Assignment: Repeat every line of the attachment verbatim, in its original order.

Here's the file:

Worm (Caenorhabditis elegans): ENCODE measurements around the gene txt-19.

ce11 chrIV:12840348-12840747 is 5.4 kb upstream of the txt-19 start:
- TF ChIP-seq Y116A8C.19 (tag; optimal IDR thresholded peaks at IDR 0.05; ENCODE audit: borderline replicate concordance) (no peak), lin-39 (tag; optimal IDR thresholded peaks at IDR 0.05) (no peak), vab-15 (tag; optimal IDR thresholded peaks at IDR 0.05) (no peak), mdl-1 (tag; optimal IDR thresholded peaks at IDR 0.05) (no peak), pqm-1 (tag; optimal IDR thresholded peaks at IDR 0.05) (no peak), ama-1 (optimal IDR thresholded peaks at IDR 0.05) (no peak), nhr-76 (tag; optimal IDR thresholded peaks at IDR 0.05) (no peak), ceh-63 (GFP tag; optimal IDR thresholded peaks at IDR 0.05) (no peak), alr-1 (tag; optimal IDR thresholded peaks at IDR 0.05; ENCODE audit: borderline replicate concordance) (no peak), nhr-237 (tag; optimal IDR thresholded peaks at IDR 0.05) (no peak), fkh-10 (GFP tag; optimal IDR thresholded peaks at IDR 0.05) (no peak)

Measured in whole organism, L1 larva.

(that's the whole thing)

Worm (Caenorhabditis elegans): ENCODE measurements around the gene txt-19.

ce11 chrIV:12840348-12840747 is 5.4 kb upstream of the txt-19 start:
- TF ChIP-seq Y116A8C.19 (tag; optimal IDR thresholded peaks at IDR 0.05; ENCODE audit: borderline replicate concordance) (no peak), lin-39 (tag; optimal IDR thresholded peaks at IDR 0.05) (no peak), vab-15 (tag; optimal IDR thresholded peaks at IDR 0.05) (no peak), mdl-1 (tag; optimal IDR thresholded peaks at IDR 0.05) (no peak), pqm-1 (tag; optimal IDR thresholded peaks at IDR 0.05) (no peak), ama-1 (optimal IDR thresholded peaks at IDR 0.05) (no peak), nhr-76 (tag; optimal IDR thresholded peaks at IDR 0.05) (no peak), ceh-63 (GFP tag; optimal IDR thresholded peaks at IDR 0.05) (no peak), alr-1 (tag; optimal IDR thresholded peaks at IDR 0.05; ENCODE audit: borderline replicate concordance) (no peak), nhr-237 (tag; optimal IDR thresholded peaks at IDR 0.05) (no peak), fkh-10 (GFP tag; optimal IDR thresholded peaks at IDR 0.05) (no peak)

Measured in whole organism, L1 larva.